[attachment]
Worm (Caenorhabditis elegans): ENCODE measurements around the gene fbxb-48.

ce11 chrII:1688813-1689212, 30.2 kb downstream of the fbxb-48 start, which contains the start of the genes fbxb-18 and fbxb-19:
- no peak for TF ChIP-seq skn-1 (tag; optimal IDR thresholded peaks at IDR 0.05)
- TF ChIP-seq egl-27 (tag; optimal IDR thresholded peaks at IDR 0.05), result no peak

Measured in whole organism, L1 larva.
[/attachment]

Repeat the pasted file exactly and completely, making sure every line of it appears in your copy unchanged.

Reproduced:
Worm (Caenorhabditis elegans): ENCODE measurements around the gene fbxb-48.

ce11 chrII:1688813-1689212, 30.2 kb downstream of the fbxb-48 start, which contains the start of the genes fbxb-18 and fbxb-19:
- no peak for TF ChIP-seq skn-1 (tag; optimal IDR thresholded peaks at IDR 0.05)
- TF ChIP-seq egl-27 (tag; optimal IDR thresholded peaks at IDR 0.05), result no peak

Measured in whole organism, L1 larva.